From Our Bookshelf
Where can I read more about Neurofeedback ?
Whilst we try to provide one of the world’s most comprehensive and readable sources of information about Neurofeedback via this website, we are often asked where clients or professionals can find out more about Neurofeedback.
Any potential new clients can receive a free copy of ‘A Symphony In The Brain’ at their initial appointment, we just ask that you return it if you decide not to do Neurofeedback with BrainTrainUK.
People new to Neurofeedback are usually unaware that there are multiple approaches to Neurofeedback. One of the benefits of coming to BrainTrainUK as a client is that we have already done the research in this very complex field and continue to review the leading edge.
We are also often approached by aspiring Neurofeedback Practitioners who have bought equipment costing thousands and are looking for training. They are usually unaware that there are multiple modalities, all guided by their own philosophies. Each philosophy determines the protocols used, which in turn determines the equipment used. By choosing equipment first you are locking yourself into particular protocols and a particular philosophy, which might be 20 years old !
If anyone is thinking about getting into Neurofeedback professionally we believe it is important to be informed by the history to understand where various philosophies came from and to be able to put the marketing claims of the various equipment and training suppliers into context.
Jim Robbins’ A Symphony in the Brain: The Evolution of the New Brain Wave Biofeedback by Jim Robbins (Aug 5 2008) is a well written and engaging story about Neurofeedback, the people, the technology and speculates as to the future. We recommend you buy the 2008 2nd Edition, as a lot has happened in the 14 years since the book first came out in 2000. As 2008 is several years ago this will not give the fully up to date story but is a ‘must read’ for anyone interested in the field. Pages 262 – 266 describe some of the key differentiators of the EEG Info approach to Neurofeedback, and the controversy and polar views regarding the dependence on QEEG ‘BrainMaps’.
The most up to date text book on Neurofeedback is Restoring the Brain: Neurofeedback as an Integrative Approach to Health edited by Hanno Kirk, published in the UK in August 2015. This book not only covers the more technical details of how Neurofeedback is practiced and the theory behind how it works, but also takes a holistic approach by covering areas such as nutrition and biomedical factors.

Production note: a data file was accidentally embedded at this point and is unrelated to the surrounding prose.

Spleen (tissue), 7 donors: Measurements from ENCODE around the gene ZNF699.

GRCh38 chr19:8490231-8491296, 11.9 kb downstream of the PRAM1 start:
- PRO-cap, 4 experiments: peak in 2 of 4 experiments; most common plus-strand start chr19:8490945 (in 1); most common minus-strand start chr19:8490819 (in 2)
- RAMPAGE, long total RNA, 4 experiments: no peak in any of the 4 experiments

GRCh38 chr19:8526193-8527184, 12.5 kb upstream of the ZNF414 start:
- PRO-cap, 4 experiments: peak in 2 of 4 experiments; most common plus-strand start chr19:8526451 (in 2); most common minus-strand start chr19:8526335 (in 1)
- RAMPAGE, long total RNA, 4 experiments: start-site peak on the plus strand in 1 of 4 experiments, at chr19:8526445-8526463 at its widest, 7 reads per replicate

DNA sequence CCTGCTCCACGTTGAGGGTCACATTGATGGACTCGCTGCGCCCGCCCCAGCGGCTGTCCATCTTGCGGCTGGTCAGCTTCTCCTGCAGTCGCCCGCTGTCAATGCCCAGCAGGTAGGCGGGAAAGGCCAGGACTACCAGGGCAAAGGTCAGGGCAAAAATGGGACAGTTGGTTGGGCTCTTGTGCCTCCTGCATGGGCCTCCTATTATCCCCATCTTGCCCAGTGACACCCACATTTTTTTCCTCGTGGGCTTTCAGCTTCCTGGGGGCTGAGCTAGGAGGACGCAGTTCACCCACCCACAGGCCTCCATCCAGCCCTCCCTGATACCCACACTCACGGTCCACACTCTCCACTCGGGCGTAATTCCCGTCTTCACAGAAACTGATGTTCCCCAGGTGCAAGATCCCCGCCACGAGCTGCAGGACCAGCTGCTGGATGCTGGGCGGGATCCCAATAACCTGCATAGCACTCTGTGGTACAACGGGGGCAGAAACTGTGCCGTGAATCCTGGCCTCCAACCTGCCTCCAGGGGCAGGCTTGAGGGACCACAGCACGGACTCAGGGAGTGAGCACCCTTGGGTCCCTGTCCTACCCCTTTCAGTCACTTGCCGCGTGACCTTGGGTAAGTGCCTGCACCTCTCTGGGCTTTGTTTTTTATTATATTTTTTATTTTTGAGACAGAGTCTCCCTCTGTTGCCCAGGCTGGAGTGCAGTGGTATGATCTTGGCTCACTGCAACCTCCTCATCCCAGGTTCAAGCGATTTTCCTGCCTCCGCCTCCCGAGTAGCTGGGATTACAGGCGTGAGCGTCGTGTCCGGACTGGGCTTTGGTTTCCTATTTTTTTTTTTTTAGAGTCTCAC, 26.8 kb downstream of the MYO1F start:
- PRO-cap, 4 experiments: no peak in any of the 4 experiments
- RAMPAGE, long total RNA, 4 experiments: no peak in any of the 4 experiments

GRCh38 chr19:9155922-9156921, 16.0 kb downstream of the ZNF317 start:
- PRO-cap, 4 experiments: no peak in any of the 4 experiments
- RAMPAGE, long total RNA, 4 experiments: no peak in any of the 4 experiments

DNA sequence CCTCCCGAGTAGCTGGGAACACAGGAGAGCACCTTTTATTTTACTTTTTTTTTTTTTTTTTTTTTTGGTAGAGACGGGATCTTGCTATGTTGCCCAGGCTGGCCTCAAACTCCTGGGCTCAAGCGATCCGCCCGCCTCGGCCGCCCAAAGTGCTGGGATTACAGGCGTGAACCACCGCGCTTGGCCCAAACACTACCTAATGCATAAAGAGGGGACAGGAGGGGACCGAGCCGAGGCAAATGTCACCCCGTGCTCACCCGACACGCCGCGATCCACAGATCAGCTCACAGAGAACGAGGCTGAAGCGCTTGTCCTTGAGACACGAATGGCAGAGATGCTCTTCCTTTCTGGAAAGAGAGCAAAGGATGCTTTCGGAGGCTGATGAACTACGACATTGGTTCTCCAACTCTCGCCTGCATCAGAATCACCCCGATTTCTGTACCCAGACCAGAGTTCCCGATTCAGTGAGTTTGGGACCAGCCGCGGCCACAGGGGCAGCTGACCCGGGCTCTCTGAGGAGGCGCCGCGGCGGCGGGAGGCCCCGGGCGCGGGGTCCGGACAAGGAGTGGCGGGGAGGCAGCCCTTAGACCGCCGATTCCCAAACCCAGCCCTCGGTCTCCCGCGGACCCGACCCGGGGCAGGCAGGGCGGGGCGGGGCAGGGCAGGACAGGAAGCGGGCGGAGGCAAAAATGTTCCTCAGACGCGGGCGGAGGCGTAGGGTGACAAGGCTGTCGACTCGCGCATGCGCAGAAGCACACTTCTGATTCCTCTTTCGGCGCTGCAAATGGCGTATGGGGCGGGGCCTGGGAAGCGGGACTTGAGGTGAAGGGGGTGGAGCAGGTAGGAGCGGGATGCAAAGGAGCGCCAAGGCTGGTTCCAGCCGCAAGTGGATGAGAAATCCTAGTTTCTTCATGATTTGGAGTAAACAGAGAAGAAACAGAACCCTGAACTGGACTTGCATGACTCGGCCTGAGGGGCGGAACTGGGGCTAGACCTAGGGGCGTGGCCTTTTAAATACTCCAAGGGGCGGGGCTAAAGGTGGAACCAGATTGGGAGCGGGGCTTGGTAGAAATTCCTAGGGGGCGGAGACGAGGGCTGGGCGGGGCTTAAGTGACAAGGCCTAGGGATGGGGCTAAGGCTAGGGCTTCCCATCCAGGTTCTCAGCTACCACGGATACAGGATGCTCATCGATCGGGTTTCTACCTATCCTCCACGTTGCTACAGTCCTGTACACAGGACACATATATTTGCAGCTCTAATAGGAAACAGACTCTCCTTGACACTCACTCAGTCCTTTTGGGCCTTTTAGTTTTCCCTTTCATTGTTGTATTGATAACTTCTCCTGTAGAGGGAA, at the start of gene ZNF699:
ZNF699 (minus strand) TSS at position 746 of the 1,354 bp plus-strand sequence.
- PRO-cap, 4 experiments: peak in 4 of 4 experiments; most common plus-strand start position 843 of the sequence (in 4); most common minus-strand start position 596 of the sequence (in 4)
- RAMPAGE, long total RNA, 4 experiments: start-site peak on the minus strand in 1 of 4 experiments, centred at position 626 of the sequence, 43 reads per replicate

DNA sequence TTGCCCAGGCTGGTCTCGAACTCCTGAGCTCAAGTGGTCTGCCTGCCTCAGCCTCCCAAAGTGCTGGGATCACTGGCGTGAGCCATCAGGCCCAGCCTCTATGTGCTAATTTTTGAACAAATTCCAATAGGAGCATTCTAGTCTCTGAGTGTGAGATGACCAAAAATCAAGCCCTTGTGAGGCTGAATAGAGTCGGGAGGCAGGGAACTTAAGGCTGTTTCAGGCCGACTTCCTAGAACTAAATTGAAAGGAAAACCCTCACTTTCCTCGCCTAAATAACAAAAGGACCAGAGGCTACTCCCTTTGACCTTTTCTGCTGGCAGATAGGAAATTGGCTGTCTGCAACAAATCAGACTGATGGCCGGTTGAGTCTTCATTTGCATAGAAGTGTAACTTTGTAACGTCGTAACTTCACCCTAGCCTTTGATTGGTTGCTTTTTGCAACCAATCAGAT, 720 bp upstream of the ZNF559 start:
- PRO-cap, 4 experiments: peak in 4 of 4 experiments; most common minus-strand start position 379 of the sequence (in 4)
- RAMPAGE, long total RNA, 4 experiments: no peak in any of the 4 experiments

On the face of it The Migraine Revolution: We Can End the Tyranny Scientific Guide to Effective Treatment and Permanent Headache Relief (Monochrome Edition) is about Migraine with a focus on Neurofeedback, but the last 3rd of this book is possibly one of the most complete description of the differences between different Neurofeedback modalities (approaches) for the layperson. It has a quirky style but is a mine of information that the author has put a lot of effort into pulling together.
Published in 2014, Neurofeedback in the Treatment of Developmental Trauma: Calming the Fear-driven Brain is an excellent description of how childrens’ early experiences effect not only the way their brain works, but how neurological development can be impacted by early trauma, which can be as basic as a child being separated from it’s mother, and the power of Neurofeedback to address this. It goes into a lot of detail about Neurofeedback protocols used by the author, though it leaves out key parts of the field being applied in this area. Jim Robbins’ book explains some of the fractured historical relationships between key figures in the Neurofeedback field, including the author, which might help to explain this.
Tom Collura, founder on BrainMaster, in his 2013 book Technical Foundations of Neurofeedback (Routledge Monograph Series on Neurotherapy and QEEG Neuroscience) describes not only the foundations of neurofeedback but also issues some strong cautions against the indiscriminate application of normative neurofeedback.